‘Chasing Lights‘ is the debut album from this British-born duo, and what a debut it is; showcasing a depth and breadth of talent as well as a range of styles, from tender folk to swaggering rock and roll. Now based in Nashville, the pair have their feet planted firmly in the fertile soil of American roots music. Even their band name, Ida Mae, comes from an old Sonny Terry and Brownie McGhee song, and this heritage courses through the record with dazzling vitality. Continue reading “Ida Mae “Chasing Lights” (Thirty Tigers, 2019)”
The opening track of singer-songwriter Harrison Whitford’s latest album starts off with some gentle strumming and tender, vulnerable vocal work. So far so average. Then the drums kick in, along with backing vocals, the fuzzy electric, and it all comes together. ‘Take a Walk‘, the opening track, sets the bar high. It lifts itself above the standard singer-songwriter dirge with some excellent production, instrumentation, and a chorus that sticks in your head.
The opening to ‘Wooh Dang‘, Swedish musician Daniel Norgren’s eighth record, drifts dreamily into focus. With a mixture of birds and ambient nature sounds, as well as strange sci-fi noises, it sounds like a BBC sound effect archive mash-up. Then, somewhere in the background, Norgren’s high pitched vocal and guitar playing seep in. Before you know it you’re snapped into the next track, ‘The Flow‘, and pulled along into this sun-soaked dream river of an album.
David Rawlings is best known for his work with Gillian Welch, with whom he creates achingly beautiful and melancholy music. The couple were part of the Bluegrass Class of 2000 who suddenly found that they had mainstream appeal after the huge success of the Coen Brother’s ‘O Brother, Where Art Thou?‘ At that point, Rawlings and Welch had already recorded two albums with legendary producer T Bone Burnett, who also produced the ‘O Brother…’ soundtrack. They weren’t exactly flying under the radar, but the impact on the Coen brothers film cannot be understated. The follow up documentary ‘Down From the Mountain,‘ followed the various artists involved in the soundtrack, including Rawlings and Welch, culminating in a concert at the Ryman in Nashville. This was wildly popular and paved the way for bluegrass-influenced bands like Nickel Creek to enjoy massive mainstream popularity in the early 00’s. Continue reading “AmericanA to Z – David Rawlings”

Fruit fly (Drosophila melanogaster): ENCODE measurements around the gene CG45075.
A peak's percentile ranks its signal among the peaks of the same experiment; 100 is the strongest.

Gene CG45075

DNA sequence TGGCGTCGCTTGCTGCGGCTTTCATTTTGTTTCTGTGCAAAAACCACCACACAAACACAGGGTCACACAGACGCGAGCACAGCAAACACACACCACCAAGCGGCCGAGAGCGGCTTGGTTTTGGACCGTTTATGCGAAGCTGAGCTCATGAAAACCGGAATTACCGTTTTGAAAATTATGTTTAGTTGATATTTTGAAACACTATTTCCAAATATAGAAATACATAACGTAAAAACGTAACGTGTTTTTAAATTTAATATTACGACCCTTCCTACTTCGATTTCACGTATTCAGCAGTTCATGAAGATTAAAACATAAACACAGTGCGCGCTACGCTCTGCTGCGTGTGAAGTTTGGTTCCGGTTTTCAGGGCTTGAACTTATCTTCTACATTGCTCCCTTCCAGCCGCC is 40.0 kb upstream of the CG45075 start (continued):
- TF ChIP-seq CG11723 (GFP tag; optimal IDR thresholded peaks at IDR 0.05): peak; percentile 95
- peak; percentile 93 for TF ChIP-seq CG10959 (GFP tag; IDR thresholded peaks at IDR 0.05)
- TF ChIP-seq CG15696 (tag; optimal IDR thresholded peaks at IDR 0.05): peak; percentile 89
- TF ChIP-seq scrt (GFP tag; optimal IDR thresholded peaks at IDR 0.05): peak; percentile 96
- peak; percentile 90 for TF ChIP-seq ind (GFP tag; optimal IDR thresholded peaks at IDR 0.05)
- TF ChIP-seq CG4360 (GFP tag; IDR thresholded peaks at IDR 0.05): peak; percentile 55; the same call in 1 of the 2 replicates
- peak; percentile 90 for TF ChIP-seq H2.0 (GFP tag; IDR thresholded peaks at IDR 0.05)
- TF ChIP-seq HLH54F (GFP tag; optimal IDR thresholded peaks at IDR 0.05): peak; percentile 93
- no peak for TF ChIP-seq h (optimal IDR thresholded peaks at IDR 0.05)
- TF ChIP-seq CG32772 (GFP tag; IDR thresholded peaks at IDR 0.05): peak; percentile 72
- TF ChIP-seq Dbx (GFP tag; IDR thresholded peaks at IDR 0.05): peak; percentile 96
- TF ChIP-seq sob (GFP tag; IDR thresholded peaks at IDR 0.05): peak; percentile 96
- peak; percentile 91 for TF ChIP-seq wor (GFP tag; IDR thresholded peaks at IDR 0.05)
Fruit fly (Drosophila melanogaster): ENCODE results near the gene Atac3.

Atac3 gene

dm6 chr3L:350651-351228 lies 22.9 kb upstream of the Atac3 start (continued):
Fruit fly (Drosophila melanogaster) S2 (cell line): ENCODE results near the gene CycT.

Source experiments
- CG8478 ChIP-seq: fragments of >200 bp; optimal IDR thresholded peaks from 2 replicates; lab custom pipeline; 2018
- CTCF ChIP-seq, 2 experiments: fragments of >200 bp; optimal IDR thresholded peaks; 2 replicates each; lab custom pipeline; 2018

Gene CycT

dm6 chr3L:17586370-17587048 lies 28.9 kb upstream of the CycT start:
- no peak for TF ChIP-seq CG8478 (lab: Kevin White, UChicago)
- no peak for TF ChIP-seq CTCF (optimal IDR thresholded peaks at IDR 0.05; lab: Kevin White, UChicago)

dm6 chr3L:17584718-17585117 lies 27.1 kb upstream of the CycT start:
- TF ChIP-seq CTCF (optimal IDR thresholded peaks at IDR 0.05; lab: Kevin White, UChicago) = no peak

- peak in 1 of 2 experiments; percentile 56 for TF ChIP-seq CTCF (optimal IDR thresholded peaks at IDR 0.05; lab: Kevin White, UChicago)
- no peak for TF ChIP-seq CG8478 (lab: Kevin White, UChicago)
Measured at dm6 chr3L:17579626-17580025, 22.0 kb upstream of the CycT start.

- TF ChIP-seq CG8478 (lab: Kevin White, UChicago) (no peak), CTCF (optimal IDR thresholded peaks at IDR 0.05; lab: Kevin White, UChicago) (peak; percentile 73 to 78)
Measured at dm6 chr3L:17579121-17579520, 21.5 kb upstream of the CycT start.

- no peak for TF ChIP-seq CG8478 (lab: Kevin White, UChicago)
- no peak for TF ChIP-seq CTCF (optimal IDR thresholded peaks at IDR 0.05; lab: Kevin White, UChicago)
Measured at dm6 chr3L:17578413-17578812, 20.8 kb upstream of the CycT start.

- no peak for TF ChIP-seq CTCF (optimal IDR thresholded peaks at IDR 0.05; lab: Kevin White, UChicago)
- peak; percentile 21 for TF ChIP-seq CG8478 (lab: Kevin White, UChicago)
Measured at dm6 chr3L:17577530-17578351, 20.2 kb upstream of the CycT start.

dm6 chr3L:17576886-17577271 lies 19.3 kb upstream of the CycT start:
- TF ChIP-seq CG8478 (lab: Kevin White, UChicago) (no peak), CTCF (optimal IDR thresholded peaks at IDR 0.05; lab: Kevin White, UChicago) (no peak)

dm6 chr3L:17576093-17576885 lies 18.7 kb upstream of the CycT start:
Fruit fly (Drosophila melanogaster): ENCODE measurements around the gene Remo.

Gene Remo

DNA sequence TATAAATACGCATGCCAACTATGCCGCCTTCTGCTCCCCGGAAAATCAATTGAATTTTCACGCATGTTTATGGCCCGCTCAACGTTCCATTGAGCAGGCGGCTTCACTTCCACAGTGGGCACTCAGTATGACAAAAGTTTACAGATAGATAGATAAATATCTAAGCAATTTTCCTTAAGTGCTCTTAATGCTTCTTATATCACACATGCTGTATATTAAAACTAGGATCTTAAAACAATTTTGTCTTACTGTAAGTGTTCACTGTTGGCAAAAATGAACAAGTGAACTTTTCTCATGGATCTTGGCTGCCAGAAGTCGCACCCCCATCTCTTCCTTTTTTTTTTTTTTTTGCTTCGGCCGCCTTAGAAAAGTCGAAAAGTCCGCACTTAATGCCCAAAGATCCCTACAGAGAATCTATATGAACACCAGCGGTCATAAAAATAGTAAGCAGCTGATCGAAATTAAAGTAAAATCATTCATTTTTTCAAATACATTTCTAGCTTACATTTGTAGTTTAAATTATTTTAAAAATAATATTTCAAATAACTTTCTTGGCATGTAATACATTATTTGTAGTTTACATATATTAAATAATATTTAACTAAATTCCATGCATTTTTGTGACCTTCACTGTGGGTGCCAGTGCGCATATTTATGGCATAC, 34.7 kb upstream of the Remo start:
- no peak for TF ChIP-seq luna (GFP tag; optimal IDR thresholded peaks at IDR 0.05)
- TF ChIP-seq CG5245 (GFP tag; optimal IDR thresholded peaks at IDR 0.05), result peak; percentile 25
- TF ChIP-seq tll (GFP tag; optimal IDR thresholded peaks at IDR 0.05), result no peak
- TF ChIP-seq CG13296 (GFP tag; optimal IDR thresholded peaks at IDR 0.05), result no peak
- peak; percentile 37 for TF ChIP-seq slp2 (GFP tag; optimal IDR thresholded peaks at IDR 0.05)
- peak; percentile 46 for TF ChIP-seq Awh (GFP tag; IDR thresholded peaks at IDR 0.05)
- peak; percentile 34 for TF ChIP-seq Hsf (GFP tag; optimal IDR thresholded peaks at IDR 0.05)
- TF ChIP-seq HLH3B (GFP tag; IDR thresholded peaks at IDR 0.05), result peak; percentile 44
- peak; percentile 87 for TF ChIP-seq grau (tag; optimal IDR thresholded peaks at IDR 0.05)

California local Derek Senn took a weird and winding way into music, having a few early brushes with the guitar but not really picking it up seriously until his thirties. Armed with a sudden desire to write songs, he started working away diligently down in the song mine, the subject of the tenth track on ‘How Could A Man‘, his third album to date. The hard work has clearly paid off, because this is a heartfelt, funny, brilliant piece of work. Continue reading “Derek Senn “How Could A Man” (Independent, 2019)”
A Starving Viking is the stage name of singer-songwriter Matt Jarrett. A New York state native, he has spent a career in New York City working as a filmmaker and editor. A late-comer to folk music, he has taken Dylan and Nick Drake into his core and used music as a fresh outlet for his creativity. Continue reading “A Starving Viking “Semblance” (Resonating Wood Recordings 2019)”
‘I won’t fail you when I walk out on the wire,’ sing South Carolina natives Carry Ann Hearst and Michael Trent, AKA Shovels & Rope, and it’s not just talk; they really walk the walk. The husband and wife duo are veterans of a decade long career, touring, curating the excellent High Water Festival for the past few years, recording everything themselves in their home studio, and above all producing consistently brilliant music. Their latest offering ‘By Blood’ is no exception to this trend. Continue reading “Shovels & Rope “By Blood” (Dualtone Music, 2019)”
This latest sonic offering from the journeyman songsmith Brad Byrd is somewhat middle of the road in places, but has charm, and moments of soaring brilliance. Describing his music as somewhere between indie-rock and alt-country, California resident Byrd has been writing songs his whole life, and that certainly comes through in the polished sound of ‘Phases‘, which is an album of self-examination. The songs take us all the way from Byrd’s childhood in Massachusetts to the sun-soaked hills of California where he lives today, exploring a number of elements drawn from personal experience. Overall, it’s a record which documents the ups and downs of life, and the strange melancholy experienced when reminiscing about a long lost past. Continue reading “Brad Byrd “Phases” (Elusive Tiger, 2019)”
Pete Gow, veteran frontman of the acclaimed Case Hardin, has recorded his first solo record ‘Here There’s No Sirens.’ Released on the same label as Case Hardin, Gow’s sound is a deliberate departure from the band’s usual fare. This album is stripped back, focused, and deeply personal. The songs are a mixture of an almost confessional style, with some character driven tracks and one good old fashioned story song, ‘Some Old Jacobite King’. Continue reading “Pete Gow “Here There’s No Sirens” (Clubhouse Records, 2019)”
Henry Elis is a stalwart of the Los Angeles metal scene, fronting many bands over the years, and currently lead vocalist for the trash metal supergroup “Act of Defiance“, which was formed by ex-Megadeth memebers Chris Broderick and Shawn Drover. Within the context of this background, the theatricality of “The Devil Is My Friend” starts to make sense. Clearly strongly influenced by heavier genres, Elis is pushing his own brand of dark ‘southern gothic americana’. We are invited Continue reading “Henry Derek Elis “The Devil Is My Friend” (Independent, 2018)”